"Yes," he said, and smiled brilliantly as he reached out to brush her hair out of her face and hook it behind her ear, letting his fingers rest against her jaw for a second as he drew back, "yes, of course, Akari-san. I'm sorry for having to ask. I should warn you, I think, that my mother is quite convinced that I should bring you home so that you can meet my father and her."
And in that moment in her small flat, as their joined hands were resting on a bowl of Go stones in plastic, had been when she had realized that her name would not - would never be - Shindou Akari.
"Are you proposing to me?" she asked anyway, so that she was certain.
"Not yet," he said, "but you do have a very special place in my life, Akari-san. I thought it might be prudent to let you know beforehand, so that you can think about what you want to answer. I'm not as good a good match as some might try to tell you."
Akari remembered the day she had finally cried over Shindou Hikaru, and she thought that if she hadn't, she would never have been sitting here with Touya Akira holding her hand and saying that he would want to marry her someday. She was surprised by how it actually had surprised her that he brought it up, because Akira-kun had given her everything that Hikaru never did. He was polite and attentive, he cared about her feelings and she knew that she mattered to him, too, by how she sometimes would wake up to his hands in her hair and his face so different from how he looked when he sat down across the Go board. Hikaru had never given her naked skin and needy keening into her neck - the only thing she had left of Hikaru was a series of birthday presents and childhood fotos from her polaroid camera, a note scribbled in sixth grade and set of Go board and stones she had purchased for practicing for a tournament she had begged him to come watch.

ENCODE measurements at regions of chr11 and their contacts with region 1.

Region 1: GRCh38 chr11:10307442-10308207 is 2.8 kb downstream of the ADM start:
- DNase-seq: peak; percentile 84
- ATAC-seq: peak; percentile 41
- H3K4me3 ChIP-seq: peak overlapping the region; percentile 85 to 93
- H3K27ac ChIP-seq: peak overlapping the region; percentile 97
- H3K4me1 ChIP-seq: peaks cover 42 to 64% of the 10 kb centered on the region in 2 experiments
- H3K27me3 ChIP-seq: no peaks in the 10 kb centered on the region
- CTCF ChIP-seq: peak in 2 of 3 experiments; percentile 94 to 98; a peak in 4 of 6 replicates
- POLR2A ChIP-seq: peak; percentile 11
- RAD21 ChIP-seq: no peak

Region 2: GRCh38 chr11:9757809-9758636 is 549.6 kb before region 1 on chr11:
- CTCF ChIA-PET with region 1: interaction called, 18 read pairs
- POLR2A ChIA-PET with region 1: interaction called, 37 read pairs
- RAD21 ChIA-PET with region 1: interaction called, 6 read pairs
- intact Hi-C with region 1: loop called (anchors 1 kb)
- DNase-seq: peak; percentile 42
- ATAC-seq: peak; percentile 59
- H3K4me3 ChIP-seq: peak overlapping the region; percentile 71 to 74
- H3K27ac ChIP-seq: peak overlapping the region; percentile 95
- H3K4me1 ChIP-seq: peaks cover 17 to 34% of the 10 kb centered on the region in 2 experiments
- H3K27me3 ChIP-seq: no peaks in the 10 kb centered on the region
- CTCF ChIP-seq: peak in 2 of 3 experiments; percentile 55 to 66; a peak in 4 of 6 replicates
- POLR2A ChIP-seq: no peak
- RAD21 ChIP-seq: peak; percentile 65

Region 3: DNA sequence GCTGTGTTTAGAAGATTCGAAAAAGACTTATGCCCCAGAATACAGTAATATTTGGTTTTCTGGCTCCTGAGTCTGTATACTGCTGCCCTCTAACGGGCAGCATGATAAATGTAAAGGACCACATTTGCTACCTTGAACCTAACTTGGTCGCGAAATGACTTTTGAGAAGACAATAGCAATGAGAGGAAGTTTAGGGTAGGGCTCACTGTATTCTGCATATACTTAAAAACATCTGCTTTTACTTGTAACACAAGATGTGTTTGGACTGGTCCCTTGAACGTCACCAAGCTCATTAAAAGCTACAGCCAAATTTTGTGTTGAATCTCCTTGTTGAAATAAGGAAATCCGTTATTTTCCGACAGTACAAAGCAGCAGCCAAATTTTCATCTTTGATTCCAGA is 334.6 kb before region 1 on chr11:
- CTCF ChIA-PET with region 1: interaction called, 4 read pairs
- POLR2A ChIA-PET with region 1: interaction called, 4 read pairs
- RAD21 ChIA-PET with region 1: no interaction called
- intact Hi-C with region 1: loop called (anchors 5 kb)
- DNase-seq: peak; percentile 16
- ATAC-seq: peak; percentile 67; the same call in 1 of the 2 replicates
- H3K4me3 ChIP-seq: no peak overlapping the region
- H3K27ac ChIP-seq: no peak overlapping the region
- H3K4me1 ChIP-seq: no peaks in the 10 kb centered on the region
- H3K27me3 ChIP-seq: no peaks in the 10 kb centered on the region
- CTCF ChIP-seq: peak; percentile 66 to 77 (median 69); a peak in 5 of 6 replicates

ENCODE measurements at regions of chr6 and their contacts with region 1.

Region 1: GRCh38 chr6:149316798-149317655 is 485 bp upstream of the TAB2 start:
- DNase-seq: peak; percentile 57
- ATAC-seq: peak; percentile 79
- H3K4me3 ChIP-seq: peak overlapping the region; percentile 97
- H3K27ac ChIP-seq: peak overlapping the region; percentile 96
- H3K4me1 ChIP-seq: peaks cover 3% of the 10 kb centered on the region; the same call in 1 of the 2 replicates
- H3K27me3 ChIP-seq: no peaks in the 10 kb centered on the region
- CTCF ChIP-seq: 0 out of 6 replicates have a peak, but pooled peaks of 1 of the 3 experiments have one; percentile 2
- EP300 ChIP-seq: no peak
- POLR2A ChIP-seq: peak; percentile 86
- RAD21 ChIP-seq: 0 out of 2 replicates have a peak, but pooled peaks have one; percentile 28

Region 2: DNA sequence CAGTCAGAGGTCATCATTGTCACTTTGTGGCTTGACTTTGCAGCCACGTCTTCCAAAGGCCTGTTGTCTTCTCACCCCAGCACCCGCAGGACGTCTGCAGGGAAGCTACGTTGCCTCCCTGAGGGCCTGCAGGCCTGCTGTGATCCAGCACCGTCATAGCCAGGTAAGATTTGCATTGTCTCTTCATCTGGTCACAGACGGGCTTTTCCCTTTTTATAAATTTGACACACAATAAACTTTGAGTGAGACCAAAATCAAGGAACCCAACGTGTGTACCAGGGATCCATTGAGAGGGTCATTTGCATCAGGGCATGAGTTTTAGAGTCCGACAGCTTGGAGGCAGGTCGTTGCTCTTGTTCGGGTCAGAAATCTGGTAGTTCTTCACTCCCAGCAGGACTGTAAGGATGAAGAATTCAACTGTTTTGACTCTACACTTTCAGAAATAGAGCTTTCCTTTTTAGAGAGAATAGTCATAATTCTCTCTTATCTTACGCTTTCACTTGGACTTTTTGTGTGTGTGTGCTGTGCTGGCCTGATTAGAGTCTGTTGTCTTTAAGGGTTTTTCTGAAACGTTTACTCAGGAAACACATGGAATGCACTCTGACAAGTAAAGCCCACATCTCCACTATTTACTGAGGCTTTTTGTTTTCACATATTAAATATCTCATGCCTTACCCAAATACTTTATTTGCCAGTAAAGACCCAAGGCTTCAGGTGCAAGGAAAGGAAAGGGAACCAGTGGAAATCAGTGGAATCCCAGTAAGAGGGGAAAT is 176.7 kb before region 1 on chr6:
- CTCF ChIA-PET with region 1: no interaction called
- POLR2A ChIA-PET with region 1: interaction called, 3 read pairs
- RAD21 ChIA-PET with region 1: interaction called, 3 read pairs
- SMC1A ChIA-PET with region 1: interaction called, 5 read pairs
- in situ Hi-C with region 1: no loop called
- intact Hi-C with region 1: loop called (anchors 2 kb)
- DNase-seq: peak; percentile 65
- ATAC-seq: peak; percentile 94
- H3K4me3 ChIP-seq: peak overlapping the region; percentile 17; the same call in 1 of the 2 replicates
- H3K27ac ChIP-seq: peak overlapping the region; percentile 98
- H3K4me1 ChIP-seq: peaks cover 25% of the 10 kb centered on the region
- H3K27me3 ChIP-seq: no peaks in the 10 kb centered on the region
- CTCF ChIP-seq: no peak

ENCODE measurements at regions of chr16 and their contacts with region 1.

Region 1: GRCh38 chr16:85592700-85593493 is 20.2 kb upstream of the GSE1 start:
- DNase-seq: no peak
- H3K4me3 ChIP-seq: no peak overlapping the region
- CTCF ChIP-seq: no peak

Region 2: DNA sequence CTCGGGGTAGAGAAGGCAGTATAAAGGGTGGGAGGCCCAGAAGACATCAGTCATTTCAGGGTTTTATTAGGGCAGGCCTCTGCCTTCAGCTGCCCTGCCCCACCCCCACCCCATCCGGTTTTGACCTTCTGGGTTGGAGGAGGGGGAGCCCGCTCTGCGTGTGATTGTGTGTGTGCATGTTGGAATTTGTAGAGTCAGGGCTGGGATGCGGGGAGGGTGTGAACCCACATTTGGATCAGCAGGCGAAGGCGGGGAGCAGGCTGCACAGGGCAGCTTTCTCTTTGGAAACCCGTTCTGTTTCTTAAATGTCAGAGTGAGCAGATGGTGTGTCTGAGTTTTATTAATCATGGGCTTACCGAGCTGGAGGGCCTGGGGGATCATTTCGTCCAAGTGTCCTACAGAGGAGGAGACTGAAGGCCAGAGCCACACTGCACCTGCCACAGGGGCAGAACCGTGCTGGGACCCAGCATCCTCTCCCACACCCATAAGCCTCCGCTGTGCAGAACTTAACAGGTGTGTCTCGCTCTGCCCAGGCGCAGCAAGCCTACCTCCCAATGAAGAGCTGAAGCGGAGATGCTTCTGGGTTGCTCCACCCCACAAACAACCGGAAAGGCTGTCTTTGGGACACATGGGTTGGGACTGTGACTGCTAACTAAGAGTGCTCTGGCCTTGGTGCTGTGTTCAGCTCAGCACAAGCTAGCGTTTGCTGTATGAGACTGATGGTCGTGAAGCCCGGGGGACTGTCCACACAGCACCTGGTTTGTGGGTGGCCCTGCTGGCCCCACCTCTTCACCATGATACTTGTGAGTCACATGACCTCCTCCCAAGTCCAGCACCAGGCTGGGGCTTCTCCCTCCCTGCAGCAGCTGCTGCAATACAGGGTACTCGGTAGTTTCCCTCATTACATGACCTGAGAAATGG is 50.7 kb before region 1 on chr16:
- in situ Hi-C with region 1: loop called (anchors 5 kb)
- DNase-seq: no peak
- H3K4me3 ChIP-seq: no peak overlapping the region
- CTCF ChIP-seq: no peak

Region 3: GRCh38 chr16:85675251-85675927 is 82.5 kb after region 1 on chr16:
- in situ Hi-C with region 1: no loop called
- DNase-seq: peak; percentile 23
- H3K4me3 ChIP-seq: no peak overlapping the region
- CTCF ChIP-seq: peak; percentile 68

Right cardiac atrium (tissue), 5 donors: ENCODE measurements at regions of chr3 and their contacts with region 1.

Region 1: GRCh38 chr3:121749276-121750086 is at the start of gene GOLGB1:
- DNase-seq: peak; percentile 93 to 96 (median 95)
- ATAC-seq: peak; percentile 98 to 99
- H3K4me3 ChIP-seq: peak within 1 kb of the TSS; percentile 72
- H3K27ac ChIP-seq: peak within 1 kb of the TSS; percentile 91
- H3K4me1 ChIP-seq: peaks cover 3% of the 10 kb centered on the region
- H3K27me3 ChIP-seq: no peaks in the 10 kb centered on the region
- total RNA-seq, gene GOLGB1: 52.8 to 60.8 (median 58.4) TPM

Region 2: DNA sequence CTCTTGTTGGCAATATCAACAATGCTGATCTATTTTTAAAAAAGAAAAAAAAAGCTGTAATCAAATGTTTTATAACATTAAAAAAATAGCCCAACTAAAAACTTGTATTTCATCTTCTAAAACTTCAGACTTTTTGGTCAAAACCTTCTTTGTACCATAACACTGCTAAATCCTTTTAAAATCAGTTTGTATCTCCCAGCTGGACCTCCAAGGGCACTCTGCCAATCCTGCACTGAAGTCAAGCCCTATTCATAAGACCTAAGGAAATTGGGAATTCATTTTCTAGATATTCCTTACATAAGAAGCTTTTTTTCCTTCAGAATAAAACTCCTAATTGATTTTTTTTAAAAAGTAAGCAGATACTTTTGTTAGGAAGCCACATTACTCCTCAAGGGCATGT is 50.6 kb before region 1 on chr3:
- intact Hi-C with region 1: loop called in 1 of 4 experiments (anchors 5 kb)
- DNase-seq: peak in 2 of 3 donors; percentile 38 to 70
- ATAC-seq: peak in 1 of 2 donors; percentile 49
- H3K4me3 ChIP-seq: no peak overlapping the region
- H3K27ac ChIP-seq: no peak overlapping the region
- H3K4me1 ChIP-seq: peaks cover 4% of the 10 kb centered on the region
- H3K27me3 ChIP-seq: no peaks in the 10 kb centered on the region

She wondered what kind of magic it was that he had, which made it so that there still was a small crack in her heart that only he could fit.
"You're a better match than a man who still lives with his parents and never even had the good manners of at least pretending to be nice to me," she said after she had thought for a while, "and I wouldn't let him take me to bed."
"I would," said Akira-kun, and looked so sad through the smile, "if you can forgive me, I want you to know of that before you tell me what I am and am not. If Shindou Hikaru wanted to, I would let him take me to bed. What do you say to that?"
And whatever it said about Akari's life, her only answer to that was to ask him, "Are you sure he does not?"
"Absolutely. You know him as well as I do, and we both know that this sort of feeling is not something which Shindou concerns himself with - certainly not from men. So you see, Akari-san, I might be the only one who Shindou sees, but you are the one who could have the parts of him that he never even would have thought of giving me, if you thought it would be worth it to convince him."
"Are you trying to tell me that I am second best?"
"No," he said quietly, and pulled her hand as he lowered his face to press a kiss to her fingers, "Shindou changed my life. I would never have been who I am today, if he hadn't been a part of my world. I could never look at Go the same way, was he to leave it. But that's not the reason I feel for him as I do. And you are the one who return my feelings. You see me for something more than my Go."
"Shindou Akira," she said, tasting the name, "Shindou Akira. He would never take your name."
"What in the world makes you think I would ever take his?"
Akari giggled, and climbed to her feet to sit down next to Akira-kun and give him a kiss. "Does it matter? It isn't as if you ever will. Akira," she said to him when she pulled back, taking his hand and kissing it in turn, and she somehow felt that this, this was what had been lacking the entire time, "if I am in love with him, and you are in love with him, then I think we are equally hopeless. I'll take your name, Akira, if you still want to make the offer."
"Touya Akari," he said in a voice so quiet it was almost as whisper, and she smiled even as she blushed, and took his hand from where it was reaching for her hair once again.
"Just Akari," she corrected, because the only other person who called her that was Hikaru, and he had most certainly never done much to deserve all the love that he never had realized was his.
"Akari," he agreed, and kissed her mouth so that she didn't get to say out love what idiots they both were, and how utterly, fantastically ironic it was that even in these private rooms between them, it was Shindou Hikaru who opened the doors.